The uncovered nape of a maiko's neck
Cat carrying a kitten by its nape, known as the "scruff"

The nape is the back of the neck. In technical anatomical/medical terminology, the nape is also called the nucha (from the Medieval Latin rendering of the Arabic نُخَاع, 'spinal marrow'). The corresponding adjective is nuchal, as in the term nuchal rigidity for neck stiffness.

In many mammals, the nape bears a loose, non-sensitive area of skin, known as the scruff, by which a mother carries her young by her teeth, temporarily immobilizing it during transport. In the mating of cats, the male will grip the female's scruff with his teeth to help immobilize her during the act, a form of pinch-induced behavioral inhibition.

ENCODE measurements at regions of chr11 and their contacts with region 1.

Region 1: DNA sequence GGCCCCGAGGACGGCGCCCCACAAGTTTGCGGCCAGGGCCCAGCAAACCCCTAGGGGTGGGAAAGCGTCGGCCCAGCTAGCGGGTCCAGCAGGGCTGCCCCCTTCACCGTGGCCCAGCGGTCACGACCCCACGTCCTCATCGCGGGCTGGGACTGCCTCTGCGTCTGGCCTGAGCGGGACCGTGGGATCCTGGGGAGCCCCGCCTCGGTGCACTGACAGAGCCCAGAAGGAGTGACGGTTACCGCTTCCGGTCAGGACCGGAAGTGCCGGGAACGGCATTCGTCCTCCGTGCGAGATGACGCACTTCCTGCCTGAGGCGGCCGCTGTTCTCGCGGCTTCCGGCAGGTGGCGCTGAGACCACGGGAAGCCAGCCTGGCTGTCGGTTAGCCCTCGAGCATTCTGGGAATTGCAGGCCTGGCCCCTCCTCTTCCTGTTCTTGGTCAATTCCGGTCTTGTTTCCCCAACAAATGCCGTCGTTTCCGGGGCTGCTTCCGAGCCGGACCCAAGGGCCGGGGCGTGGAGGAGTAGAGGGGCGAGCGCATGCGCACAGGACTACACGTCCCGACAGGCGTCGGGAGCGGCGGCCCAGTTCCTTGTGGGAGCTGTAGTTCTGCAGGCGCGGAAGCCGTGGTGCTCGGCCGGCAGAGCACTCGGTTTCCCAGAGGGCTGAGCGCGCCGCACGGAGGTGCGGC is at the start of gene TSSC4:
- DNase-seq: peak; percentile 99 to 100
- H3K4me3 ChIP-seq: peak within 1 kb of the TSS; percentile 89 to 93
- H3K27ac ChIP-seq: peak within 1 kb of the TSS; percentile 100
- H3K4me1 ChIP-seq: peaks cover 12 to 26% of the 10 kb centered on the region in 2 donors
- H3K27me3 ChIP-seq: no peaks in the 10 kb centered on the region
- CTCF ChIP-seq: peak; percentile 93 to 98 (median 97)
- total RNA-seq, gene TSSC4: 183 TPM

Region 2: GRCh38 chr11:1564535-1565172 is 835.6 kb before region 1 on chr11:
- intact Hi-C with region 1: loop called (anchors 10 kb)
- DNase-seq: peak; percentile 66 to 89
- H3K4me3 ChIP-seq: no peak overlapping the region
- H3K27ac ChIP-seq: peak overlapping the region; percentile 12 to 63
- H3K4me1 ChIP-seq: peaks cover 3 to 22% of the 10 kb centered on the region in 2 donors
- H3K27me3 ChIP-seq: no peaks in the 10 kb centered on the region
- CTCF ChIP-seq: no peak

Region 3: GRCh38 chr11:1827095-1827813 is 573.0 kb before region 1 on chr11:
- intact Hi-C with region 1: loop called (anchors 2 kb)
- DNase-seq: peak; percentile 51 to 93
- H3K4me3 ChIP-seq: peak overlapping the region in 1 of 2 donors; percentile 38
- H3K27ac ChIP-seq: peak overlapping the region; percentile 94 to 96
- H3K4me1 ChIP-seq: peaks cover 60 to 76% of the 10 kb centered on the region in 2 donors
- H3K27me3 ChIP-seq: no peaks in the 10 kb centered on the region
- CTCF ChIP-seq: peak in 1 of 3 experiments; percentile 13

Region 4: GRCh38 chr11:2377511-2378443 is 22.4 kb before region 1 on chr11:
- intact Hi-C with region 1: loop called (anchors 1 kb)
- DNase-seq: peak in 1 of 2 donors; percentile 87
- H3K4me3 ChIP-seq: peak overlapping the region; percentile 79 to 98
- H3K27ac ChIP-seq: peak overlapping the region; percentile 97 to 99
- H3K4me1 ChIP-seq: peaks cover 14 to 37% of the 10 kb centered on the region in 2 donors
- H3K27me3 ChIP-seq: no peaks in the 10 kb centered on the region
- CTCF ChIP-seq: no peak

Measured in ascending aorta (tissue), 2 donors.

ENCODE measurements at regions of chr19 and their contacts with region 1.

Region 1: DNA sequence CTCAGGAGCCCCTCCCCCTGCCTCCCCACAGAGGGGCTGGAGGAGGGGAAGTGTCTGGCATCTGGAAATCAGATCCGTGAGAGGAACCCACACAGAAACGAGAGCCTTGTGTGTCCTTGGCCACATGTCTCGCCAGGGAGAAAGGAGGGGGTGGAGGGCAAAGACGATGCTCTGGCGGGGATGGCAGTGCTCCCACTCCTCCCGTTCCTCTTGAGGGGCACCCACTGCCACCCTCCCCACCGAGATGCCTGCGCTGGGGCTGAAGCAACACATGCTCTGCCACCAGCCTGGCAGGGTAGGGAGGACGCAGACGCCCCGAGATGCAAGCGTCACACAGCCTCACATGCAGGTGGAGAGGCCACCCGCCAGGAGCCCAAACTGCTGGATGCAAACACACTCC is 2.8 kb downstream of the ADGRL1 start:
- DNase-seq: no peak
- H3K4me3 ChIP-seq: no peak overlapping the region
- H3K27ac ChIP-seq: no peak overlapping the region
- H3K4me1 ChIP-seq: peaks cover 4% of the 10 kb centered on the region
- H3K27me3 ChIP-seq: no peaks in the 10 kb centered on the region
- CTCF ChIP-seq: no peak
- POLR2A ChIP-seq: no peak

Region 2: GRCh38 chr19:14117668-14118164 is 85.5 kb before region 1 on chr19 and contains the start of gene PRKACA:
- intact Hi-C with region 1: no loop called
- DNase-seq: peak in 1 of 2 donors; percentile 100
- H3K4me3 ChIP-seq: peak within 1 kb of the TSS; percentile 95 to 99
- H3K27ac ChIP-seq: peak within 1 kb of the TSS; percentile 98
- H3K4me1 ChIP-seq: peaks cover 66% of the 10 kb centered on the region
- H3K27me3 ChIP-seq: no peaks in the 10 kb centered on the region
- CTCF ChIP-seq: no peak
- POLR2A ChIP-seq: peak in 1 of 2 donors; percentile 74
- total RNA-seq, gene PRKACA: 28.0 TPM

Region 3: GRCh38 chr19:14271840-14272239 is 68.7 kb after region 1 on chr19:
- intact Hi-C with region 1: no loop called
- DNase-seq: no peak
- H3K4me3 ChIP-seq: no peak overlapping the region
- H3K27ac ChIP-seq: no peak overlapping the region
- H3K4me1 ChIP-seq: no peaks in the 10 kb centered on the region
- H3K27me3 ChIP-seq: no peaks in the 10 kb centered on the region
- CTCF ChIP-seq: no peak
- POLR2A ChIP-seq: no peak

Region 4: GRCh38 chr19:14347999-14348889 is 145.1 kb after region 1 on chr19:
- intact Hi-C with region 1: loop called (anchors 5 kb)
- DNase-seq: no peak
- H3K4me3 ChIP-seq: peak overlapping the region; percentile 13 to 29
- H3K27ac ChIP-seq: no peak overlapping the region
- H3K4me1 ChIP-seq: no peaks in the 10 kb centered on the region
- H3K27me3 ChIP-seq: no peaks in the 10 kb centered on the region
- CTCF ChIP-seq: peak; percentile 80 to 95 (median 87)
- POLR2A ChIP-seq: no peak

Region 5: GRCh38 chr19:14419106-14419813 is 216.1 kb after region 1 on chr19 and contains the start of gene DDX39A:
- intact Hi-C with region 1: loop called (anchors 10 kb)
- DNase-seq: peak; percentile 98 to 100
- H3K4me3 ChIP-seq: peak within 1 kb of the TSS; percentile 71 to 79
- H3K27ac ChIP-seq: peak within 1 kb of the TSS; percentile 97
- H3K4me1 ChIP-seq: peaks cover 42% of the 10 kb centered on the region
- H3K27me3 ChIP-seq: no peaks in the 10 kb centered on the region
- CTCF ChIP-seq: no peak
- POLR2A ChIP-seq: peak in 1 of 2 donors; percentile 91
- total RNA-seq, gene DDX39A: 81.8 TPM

Cultural connotations

In traditional Japanese culture, the nape (, unaji) was one of the few areas of the body (other than face and hands) left uncovered by women's attire. The nape of a woman's neck held a strong attraction for many Japanese men (see oshiroi).

In Egyptian and Lebanese culture, slapping the nape is considered a gesture of utter humiliation.

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